Next onto the precedent review scores are given. Dtoid recently gave #IDARB 8.0/10, seeing as it was free me and a few friends decided to give it a go. We won our first game and it was close, with a nail biting final quarter we left in the knowledge that at the end of the day the better team had won. We then all unanimously agreed that the game was utter shite and went back to playing Diablo 3. That 8.0/10, the first thing I see about #IDARB when I look on Destructoid’s homepage was downright unhelpful, and to a certain extent misleading. I wouldn’t give the game 8.0/10, I wouldn’t even give it 7.9/10. I’d give it 2/5, it was alright, I enjoyed myself to a certain extent but it was too chaotic and I have no desire to play it again. However, thanks to Destructoid’s practice of plastering a gurt big picture of the person who reviewed it at the top of the review I now know that Jason Faulkner and myself have very different tastes in videogames. As I read more of his reviews I will agree and disagree with the points that he makes I’ll construct a lens through which to view the rest of his reviews, giving his opinions context and making them far more useful than that initial #IDARB review. Because Destructoid has allowed me to identify individual reviewers and features them so prominently I can make more nuanced decisions based on their reviews, Videogamer.com, my other go to site for reviews, is the same.
Summarising my views on reviews then:
The author should be credited even on the link to the article; this information is ultimately more valuable than the score, and there should be a concerted effort from the company to allow each reviewer an individual presence within the overall company. Reviews should be given on a scale of 0 to 5, and there should be no decimal places. Using the categories described below the majority of games will fall into the 3/5 bracket, however that is not an issue: ultimately differentiating between the games in the category will largely come down to personal preference. An RPG fan will know that a 3/5 RPG will be enjoyable but that a 3/5 FPS can probably be given a miss and vice versa.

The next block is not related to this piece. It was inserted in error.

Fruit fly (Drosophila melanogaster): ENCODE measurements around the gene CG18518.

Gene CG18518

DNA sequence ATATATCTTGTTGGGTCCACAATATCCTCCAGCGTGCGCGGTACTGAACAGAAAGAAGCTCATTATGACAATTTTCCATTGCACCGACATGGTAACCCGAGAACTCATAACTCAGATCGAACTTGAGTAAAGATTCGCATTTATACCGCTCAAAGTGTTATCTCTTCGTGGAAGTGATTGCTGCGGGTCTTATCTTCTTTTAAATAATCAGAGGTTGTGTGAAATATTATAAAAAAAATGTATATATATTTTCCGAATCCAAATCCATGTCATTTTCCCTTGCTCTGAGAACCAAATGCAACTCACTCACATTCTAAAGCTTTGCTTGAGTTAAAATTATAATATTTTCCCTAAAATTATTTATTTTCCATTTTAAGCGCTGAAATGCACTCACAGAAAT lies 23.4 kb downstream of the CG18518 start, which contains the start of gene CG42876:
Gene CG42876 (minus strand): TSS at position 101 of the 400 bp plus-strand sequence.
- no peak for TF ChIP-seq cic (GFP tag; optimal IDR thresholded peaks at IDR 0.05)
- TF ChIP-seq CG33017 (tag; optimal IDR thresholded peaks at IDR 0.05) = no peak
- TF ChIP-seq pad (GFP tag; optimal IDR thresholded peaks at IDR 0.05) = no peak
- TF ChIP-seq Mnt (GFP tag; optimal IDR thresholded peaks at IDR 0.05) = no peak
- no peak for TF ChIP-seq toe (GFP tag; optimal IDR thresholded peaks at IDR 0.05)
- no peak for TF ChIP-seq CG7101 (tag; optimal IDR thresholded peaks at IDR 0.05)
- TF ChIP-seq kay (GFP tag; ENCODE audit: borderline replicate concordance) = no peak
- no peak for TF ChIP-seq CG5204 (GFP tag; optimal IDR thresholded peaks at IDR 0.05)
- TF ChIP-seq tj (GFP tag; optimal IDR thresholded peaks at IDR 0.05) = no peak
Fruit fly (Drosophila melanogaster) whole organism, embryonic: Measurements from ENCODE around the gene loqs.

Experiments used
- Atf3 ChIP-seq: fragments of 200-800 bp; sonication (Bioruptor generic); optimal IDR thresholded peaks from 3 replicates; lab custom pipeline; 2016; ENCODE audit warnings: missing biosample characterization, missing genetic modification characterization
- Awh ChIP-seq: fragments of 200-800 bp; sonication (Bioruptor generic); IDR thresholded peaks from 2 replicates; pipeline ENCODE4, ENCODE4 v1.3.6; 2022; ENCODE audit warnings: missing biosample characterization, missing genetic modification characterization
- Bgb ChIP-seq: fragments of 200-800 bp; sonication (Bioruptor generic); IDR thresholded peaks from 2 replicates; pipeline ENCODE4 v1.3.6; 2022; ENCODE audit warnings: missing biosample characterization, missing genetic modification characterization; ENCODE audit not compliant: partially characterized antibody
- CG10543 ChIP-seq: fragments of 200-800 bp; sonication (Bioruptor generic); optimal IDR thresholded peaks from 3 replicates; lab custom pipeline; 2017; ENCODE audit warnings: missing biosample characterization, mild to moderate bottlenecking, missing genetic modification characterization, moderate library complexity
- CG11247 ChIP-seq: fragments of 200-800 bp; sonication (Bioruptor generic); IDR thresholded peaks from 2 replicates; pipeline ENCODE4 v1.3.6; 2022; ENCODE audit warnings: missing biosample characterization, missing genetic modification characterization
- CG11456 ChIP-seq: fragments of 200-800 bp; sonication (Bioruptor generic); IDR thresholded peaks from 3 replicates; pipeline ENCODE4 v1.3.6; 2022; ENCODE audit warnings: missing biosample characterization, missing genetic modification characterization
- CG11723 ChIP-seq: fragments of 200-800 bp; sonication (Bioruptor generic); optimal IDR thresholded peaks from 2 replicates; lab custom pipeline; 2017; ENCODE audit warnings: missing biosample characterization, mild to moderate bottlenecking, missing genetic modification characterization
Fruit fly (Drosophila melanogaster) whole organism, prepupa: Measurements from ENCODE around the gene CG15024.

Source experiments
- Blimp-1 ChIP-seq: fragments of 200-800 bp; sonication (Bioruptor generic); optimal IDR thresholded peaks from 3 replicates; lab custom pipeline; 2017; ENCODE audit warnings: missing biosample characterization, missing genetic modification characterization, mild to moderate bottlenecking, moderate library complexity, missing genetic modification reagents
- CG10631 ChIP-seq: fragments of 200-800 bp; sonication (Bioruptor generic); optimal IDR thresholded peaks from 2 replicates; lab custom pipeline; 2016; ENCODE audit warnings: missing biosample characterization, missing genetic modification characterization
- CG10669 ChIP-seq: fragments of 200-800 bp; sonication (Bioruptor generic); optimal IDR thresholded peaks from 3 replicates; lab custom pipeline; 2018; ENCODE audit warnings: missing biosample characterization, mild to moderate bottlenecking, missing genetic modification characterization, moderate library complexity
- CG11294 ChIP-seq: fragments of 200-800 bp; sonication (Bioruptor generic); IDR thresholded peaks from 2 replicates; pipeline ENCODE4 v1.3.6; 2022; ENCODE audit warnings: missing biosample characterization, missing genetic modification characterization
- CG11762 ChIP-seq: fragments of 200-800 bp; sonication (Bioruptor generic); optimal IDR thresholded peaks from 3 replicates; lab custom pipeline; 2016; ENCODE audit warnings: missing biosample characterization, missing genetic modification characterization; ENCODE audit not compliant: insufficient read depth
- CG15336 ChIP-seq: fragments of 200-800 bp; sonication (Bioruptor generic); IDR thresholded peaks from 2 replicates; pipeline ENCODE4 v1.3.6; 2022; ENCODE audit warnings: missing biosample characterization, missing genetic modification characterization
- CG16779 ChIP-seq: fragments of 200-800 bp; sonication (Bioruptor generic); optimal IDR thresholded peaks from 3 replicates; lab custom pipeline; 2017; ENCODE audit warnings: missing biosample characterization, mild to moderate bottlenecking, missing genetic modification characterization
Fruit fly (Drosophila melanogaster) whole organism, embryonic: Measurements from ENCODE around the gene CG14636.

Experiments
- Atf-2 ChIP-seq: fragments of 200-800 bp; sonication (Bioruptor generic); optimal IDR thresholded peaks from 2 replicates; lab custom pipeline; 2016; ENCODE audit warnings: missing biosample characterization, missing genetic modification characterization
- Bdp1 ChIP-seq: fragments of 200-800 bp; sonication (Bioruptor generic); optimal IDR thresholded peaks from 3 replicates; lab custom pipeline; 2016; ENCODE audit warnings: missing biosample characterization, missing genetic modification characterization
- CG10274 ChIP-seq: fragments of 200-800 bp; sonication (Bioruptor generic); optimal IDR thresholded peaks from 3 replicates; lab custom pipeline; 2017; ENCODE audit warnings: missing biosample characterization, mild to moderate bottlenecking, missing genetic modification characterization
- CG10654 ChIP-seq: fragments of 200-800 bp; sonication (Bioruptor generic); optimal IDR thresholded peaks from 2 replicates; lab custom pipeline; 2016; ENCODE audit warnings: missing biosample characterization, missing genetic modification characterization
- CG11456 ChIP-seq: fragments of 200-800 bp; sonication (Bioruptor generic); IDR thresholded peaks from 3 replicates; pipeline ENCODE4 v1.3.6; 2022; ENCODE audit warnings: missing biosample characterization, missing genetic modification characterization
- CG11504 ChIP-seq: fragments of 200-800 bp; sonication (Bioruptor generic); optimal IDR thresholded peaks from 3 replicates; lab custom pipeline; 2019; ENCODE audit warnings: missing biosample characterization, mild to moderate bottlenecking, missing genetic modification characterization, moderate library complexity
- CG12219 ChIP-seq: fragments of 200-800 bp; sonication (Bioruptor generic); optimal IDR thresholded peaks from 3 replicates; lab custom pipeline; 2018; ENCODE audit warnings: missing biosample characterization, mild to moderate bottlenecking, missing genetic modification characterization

0/5- Bad to god awful: there is really no need to make the distinction between the two, you want to play neither.
1/5- Bad with redeeming qualities: The game is bad, but has a particular feature which still makes it stand out.
2/5- Average: Serviceable, nothing to write home about, you were mildly aware of having fun while you played it but will never play it again nor will you remember it in 2 months’ time.
3/5- Good: This will be inherently the largest category and will have the most variation, from games with great ambition but which are held back by poor execution to games with very little ambition but are so well made you will almost certainly have fun. All games in this category however will have had a net positive impact on your day, at the same time however they will do little to stand out from the rest.
4/5- Great: The makings of a fantastic game but with one or two niggling issues which hold it back, meaning it falls just short of being a game GOTY contender.
5/5- Excellent: A game where the flaws are completely insignificant compared to what it does right, the sort of game you finish, and are fully aware you could start again right then and still enjoy it all over again.